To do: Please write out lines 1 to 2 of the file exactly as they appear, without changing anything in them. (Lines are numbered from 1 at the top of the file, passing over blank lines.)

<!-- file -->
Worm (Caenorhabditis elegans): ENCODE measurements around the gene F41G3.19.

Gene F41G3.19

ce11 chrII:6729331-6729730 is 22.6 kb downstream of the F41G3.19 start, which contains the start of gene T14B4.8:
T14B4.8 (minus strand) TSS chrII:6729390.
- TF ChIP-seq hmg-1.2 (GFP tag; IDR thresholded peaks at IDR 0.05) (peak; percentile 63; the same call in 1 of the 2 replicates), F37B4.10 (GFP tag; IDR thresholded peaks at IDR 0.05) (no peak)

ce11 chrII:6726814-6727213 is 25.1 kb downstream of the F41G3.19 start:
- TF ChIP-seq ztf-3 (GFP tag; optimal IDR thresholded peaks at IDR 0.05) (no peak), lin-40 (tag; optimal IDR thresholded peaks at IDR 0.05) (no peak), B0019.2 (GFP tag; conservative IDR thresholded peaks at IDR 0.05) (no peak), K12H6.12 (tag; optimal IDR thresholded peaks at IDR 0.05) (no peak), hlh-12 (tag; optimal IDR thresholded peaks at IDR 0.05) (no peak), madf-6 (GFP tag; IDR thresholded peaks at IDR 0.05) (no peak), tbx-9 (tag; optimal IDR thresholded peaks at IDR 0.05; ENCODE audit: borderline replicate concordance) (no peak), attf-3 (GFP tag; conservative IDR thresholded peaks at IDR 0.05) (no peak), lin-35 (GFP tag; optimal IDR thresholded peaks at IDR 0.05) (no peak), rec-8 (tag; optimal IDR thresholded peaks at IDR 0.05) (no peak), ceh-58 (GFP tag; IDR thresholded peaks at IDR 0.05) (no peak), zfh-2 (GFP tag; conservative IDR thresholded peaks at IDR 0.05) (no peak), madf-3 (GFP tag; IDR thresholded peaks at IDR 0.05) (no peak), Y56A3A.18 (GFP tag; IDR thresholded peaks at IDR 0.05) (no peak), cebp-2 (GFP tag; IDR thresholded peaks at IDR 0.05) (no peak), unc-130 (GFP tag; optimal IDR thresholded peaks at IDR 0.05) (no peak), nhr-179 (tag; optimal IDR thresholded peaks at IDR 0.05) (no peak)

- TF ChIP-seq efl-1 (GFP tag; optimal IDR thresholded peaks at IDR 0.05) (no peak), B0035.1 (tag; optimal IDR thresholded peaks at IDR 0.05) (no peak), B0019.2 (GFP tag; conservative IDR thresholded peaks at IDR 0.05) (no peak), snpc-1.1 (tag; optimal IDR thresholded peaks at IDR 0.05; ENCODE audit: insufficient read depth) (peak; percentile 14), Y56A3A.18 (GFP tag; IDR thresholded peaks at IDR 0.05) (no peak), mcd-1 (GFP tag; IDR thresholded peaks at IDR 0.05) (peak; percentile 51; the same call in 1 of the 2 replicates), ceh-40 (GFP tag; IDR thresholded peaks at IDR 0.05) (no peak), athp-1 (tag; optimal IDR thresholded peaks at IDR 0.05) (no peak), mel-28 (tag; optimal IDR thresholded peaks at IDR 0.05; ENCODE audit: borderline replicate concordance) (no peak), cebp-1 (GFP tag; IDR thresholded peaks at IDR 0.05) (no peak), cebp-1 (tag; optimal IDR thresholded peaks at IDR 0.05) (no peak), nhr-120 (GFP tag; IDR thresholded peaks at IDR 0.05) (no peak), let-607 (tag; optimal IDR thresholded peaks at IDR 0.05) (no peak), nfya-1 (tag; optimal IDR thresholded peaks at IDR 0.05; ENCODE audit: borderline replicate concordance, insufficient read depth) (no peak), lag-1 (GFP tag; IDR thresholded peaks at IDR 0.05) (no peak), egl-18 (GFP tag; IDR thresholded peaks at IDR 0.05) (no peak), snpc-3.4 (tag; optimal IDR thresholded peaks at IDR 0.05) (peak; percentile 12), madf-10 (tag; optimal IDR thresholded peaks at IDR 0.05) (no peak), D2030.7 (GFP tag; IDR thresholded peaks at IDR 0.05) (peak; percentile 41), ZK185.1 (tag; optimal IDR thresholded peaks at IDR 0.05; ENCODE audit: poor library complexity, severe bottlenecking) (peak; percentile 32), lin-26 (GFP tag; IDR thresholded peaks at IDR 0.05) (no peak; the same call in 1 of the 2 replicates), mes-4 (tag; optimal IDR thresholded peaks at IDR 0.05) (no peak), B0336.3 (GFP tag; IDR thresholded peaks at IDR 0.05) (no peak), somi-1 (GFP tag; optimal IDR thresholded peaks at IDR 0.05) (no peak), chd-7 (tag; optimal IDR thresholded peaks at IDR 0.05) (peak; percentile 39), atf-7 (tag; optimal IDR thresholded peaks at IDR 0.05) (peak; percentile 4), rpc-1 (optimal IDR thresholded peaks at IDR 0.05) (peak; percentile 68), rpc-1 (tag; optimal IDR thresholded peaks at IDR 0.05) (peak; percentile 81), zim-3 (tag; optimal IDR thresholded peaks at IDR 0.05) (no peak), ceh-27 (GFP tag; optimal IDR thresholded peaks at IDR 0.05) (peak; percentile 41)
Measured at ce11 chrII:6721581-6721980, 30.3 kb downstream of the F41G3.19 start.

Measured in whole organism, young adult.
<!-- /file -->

Worm (Caenorhabditis elegans): ENCODE measurements around the gene F41G3.19.

Gene F41G3.19